Thought Leadership

Communicators Can Help Americans Vote in 2020

In October, PRSA celebrates Diversity & Inclusion Month, featuring programs presented by the PRSA D&I Committee. This year’s theme is “Transforming the Landscape.” Please join the #PRDiversity discussion via @PRSADiversity and follow along with our D&I-related blog posts, webinars and Twitter Chats throughout the month.

On Nov. 3, Americans will cast their votes for President and for state and local candidates. In a close race, amid hyper-partisanship and the coronavirus pandemic that has increased requests for absentee ballots and early in-person voting, every vote will count.

Forty-three states and the District of Columbia offer early voting, from a few days to as many as 46 days before Election Day. Six states do not offer in-person voting options before Election Day: Connecticut, Kentucky, Mississippi, Missouri, New Hampshire and South Carolina. Five states (Alabama, Connecticut, Delaware, Mississippi, Missouri, New Hampshire and South Carolina) do not offer in-person early voting or no-excuse absentee voting. Delaware has enacted early voting, but the option won’t be in place until 2022. Five states (Colorado, Utah, Oregon, Washington and Hawaii) are only using mail-in ballots, with early voting options.

With voting rules varying from state to state, communicators can help Americans understand the logistics of receiving and casting their ballots, according to representatives of voting-rights organizations who participated in an Oct. 6 webinar sponsored by PRSA’s Diversity & Inclusion Committee.

“Communicators know how to collect, organize and disseminate information to make sure everyone is equipped to make the most out of any [voting] opportunities they have,” said Dan Lewerenz, staff attorney for the Native American Rights Fund. “Share that information through your social media sites and make sure everyone who works for your organization knows where they can go to get their ballot, to drop off their ballot and to register to vote.”

“The most important thing is to know what your options are where you live,” said Sarah Courtney, communications and digital-strategy senior director for the League of Women Voters of Orange County, Calif. “Check or other sites to know what the rules and key dates are where you live and then make a plan. Tell five friends and ask them to do the same with five other friends and pass it on.”

Communicators have “a lot of great partners out there” who can help provide their employees with local voting information, said panelist Kelly Mason, director of corporate communications at Levi Strauss & Co., which is one of many companies giving employees time off to vote. “Our CEO has been very vocal about making sure every employee doesn’t have to struggle to go out and vote,” said Mason, who is active in the nonprofit Time to Vote.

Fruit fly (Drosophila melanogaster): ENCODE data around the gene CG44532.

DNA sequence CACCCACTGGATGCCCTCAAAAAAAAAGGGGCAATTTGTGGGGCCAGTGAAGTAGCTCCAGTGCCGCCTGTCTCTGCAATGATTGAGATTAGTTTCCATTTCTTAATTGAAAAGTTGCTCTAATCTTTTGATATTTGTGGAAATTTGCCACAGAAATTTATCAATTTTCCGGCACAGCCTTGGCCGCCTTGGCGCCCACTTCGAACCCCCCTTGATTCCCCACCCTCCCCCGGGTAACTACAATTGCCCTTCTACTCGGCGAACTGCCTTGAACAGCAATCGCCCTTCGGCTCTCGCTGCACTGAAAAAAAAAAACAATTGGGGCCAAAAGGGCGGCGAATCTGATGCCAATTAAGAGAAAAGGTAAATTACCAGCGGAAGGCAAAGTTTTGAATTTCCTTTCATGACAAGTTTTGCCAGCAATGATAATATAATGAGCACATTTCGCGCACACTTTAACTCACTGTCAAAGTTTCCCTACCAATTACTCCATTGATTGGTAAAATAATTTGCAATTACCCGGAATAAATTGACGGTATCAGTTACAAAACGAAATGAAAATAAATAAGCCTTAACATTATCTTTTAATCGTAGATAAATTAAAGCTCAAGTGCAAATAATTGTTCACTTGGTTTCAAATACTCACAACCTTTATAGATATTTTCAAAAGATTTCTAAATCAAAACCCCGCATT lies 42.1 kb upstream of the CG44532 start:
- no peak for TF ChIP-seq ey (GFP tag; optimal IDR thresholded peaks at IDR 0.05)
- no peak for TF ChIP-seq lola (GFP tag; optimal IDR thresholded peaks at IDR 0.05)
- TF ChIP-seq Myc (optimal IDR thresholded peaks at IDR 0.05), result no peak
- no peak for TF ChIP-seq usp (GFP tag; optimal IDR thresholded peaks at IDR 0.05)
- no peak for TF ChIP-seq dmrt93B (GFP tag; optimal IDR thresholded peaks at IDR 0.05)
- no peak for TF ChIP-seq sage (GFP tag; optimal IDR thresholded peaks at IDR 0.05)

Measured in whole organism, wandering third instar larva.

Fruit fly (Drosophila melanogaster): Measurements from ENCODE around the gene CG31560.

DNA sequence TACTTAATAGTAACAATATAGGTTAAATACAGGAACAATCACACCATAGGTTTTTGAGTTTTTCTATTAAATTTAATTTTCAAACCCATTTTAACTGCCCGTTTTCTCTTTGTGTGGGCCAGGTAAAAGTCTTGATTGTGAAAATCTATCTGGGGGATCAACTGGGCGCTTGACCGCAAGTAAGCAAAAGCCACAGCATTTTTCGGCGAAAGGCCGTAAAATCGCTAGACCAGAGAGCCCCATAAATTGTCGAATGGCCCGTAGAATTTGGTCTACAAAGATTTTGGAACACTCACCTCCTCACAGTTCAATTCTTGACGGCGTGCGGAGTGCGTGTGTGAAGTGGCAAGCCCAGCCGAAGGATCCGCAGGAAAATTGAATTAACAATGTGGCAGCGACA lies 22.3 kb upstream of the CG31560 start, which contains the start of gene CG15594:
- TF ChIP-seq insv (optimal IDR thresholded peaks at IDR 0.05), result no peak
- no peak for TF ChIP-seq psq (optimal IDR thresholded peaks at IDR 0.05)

Bedrock of democracy

Regardless of where you stand on the political spectrum, the right to vote is a bedrock value of American democracy, as outlined by Alexander Hamilton, James Monroe and John Jay in the Federalist Papers of 1787-88, a series of essays published anonymously in New York state newspapers to urge New Yorkers to ratify the proposed United States Constitution, which was drafted in Philadelphia in the summer of 1787. Expanding the right to vote to include more citizens has been an ongoing exercise since the Constitution came into force 231 years ago. Each stage of this expansion has involved PR campaigns to sway public opinion.

Even before foreign interference in the 2016 election was confirmed and the coronavirus pandemic spread earlier this year, voter education has been important for a properly functioning democracy.

Several webinar speakers said that political differences don’t have to cause breakdowns in civility. Civil discourse is respectful — something that we as a society need to return to, said Zara Haq, voting-rights advocate for the American Civil Liberties Union (ACLU). “Voting rights are a nonpartisan issue [that] should be available to everyone, and if you’re focused on that then you’ll have no issue being civil,” she said.

“Don’t let your decision about who you think is best to vote for destroying your relationships with co-workers or even your family members,” added Angela Sailor, vice president of The Feulner Institute at The Heritage Foundation, an initiative the conservative think tank started in October 2019 to restore confidence in America’s founding values and principles. “At the end of the day,” Sailor said, “we want to have a community that we will pass down to the next generation [as] a legacy of freedom.”

The event’s moderator, Felicia Blow, APR, co-chair of PRSA’s Diversity & Inclusion Committee and associate vice president of development at Hampton University, said that, as PR practitioners, it’s our duty to open lines of communication and educate our fellow citizens to understand their voting rights in a nonpartisan way.

W. Patrick McSweeney, APR, Fellow PRSA, is a member of PRSA’s Southeastern Wisconsin Chapter.

Photo credit: prostock-studio

About the author

W. Patrick McSweeney, APR, Fellow PRSA


  • I’m so excited to be voting for the first time in a presidential election, but in the midst of a pandemic it has been a little confusing to know what options I have for turning in my ballot. I completely agree that PR communicators should be there for American citizens to ensure they are receiving honest, nonpartisan information about their options for voting in this quickly approaching presidential election. Great post!

    -Emie Garrett, Writer/Editor for Platform Magazine

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